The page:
The committee, made up of members of the government, opposition and the crossbench, received more than 100 submissions on the matter.
An investigation by The Guardian found offsets for vast tracts of key habitat razed for the construction of the new Sydney airport were delayed by years. In other examples, developers paid to protect land that was already protected by other laws, regulations or schemes.
The chair of the inquiry, Greens MP Sue Higginson, said Thursday’s report highlighted how complex the scheme was.
She added there was evidence showing stakeholders were unhappy with the scheme, including from developers or landowners trying to create a biodiversity site and an ecologist trying to facilitate the success of the scheme.
“No one came to us saying it was working well,” she said. “It is likely that the scheme has enabled biodiversity loss [rather] than achieved its objective of no net loss.”
Nature Conservation Council chief executive officer Jacqui Mumford said the report further highlighted the need for reform and urged the government to adopt all 19 recommendations.
“Once the scheme has undergone a thorough redesign, it must only ever be used as a last resort for genuinely essential and unavoidable development projects,” she said.
Environmental Defenders Office head of policy and law reform Rachel Walmsley said the scheme did more harm than good.
“Our laws must recognize that some things are too precious and vulnerable to ever be offset. Since those laws came into force, land clearing rates have skyrocketed and remain dangerously high. Plants and animals continue to be added to the list of threatened species every year.”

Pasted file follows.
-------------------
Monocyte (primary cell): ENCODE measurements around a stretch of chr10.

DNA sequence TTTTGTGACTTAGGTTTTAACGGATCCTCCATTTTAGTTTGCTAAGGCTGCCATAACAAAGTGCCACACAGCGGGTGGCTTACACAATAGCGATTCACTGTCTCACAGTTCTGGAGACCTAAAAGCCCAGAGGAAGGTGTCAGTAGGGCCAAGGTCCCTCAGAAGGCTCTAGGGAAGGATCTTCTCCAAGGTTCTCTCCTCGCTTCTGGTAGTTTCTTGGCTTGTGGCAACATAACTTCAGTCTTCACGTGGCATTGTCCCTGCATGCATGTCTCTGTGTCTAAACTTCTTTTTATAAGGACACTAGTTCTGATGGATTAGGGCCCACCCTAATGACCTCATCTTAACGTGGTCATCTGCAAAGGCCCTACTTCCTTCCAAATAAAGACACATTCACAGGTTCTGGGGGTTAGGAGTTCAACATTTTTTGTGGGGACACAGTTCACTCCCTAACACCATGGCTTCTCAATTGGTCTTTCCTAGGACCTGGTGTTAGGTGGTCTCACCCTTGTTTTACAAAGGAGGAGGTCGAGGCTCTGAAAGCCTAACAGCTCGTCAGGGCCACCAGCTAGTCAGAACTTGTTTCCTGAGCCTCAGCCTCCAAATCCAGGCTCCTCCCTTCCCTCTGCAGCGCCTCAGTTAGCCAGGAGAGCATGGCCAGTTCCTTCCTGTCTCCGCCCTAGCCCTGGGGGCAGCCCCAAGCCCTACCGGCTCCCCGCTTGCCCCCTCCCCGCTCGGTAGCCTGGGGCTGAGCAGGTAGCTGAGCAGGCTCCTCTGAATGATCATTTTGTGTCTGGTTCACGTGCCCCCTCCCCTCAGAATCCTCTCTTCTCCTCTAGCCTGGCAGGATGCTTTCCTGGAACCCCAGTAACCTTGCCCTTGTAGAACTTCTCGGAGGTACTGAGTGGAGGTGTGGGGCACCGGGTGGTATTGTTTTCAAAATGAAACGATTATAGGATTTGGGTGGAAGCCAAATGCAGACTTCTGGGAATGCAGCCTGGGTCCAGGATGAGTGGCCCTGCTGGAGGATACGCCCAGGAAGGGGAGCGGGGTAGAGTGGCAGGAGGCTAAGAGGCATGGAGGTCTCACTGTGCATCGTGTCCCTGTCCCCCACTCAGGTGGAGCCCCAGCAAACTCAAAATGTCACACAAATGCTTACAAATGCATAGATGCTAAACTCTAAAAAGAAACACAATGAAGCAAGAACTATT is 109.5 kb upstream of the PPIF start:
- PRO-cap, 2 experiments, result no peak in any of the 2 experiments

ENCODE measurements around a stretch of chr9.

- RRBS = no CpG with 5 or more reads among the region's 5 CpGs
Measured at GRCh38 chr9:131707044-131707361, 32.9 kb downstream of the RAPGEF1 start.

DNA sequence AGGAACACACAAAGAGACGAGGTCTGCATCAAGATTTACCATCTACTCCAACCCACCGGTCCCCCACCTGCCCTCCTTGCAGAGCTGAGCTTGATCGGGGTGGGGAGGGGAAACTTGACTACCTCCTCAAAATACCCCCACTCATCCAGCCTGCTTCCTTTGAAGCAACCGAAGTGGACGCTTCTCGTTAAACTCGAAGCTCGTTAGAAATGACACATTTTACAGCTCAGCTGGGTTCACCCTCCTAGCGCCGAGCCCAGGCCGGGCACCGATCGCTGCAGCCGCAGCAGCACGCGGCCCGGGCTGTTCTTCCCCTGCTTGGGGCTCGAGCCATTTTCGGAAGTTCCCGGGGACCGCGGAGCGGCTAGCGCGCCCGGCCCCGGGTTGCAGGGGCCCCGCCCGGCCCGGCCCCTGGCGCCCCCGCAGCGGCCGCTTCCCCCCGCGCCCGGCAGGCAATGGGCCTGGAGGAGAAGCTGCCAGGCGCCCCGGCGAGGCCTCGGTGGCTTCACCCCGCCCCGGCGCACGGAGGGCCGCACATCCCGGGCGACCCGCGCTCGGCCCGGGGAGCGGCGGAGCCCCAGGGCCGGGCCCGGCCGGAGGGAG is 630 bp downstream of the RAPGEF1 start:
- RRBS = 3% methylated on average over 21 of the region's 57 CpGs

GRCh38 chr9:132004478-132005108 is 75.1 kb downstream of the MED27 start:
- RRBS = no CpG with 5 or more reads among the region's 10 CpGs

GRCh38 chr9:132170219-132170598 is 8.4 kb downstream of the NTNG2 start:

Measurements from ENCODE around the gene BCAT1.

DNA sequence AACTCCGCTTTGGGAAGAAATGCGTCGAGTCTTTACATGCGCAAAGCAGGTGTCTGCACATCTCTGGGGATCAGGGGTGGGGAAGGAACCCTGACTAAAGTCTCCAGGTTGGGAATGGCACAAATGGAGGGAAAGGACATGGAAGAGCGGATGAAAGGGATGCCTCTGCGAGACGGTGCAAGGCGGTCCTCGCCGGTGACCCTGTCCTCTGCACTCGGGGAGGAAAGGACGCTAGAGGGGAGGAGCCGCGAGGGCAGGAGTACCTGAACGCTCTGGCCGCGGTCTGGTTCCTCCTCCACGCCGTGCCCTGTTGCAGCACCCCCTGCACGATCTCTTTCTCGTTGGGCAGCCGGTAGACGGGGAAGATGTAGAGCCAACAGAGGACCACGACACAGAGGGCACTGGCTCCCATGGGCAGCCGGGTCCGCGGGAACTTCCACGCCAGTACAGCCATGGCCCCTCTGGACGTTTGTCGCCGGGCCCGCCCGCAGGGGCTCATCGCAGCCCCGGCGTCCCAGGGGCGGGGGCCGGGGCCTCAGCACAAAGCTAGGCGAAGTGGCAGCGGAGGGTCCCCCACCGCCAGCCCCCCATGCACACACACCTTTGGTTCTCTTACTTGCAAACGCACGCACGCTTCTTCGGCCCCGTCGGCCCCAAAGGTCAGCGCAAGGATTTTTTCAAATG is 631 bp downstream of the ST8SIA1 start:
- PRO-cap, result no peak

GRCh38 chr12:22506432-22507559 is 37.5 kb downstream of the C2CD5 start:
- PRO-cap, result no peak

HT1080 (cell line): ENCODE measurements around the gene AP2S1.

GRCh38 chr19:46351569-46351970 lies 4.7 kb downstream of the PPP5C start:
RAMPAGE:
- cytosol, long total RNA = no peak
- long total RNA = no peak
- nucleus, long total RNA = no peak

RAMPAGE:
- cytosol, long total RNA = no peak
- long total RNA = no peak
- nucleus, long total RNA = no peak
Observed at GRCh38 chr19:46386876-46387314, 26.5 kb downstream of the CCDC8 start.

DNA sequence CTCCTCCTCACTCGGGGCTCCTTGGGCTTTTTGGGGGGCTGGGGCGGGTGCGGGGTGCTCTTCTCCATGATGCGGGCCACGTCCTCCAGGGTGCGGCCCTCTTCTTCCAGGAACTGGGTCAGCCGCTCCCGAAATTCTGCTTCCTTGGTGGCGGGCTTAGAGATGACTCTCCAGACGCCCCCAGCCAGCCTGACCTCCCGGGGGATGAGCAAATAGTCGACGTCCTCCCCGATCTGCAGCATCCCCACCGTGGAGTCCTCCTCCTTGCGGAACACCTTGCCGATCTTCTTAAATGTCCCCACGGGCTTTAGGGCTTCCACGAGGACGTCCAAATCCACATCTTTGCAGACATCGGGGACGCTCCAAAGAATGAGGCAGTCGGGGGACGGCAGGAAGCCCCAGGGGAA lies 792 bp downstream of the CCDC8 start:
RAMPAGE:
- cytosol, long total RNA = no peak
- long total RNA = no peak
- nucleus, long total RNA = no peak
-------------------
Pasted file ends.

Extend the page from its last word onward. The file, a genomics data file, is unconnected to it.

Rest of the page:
Opposition spokeswoman for the environment and committee member Penny Sharpe said the government was relying on a “fundamentally broken” scheme to fix the state’s biodiversity crisis.
Earlier this year, a report by the NSW auditor-general found the Department of Planning and Environment “has not effectively designed core elements of [the scheme]did not establish a clear strategy to develop the biodiversity credit market and did not determine whether it worked to protect biodiversity”.
NSW Environment Minister James Griffen welcomed the report and said he would respond to the recommendations in due course.
He added that since he took office last year, his department had been tasked with improving the scheme through greater integrity and transparency.
“I will continue to deliver improvements that protect our environment and allow economic opportunities to be realized across NSW,” he said.
Part of the new changes included stronger compliance and assurance plans, clearer data collection and access, as well as ecological monitoring requirements in all biodiversity stewardship agreements.
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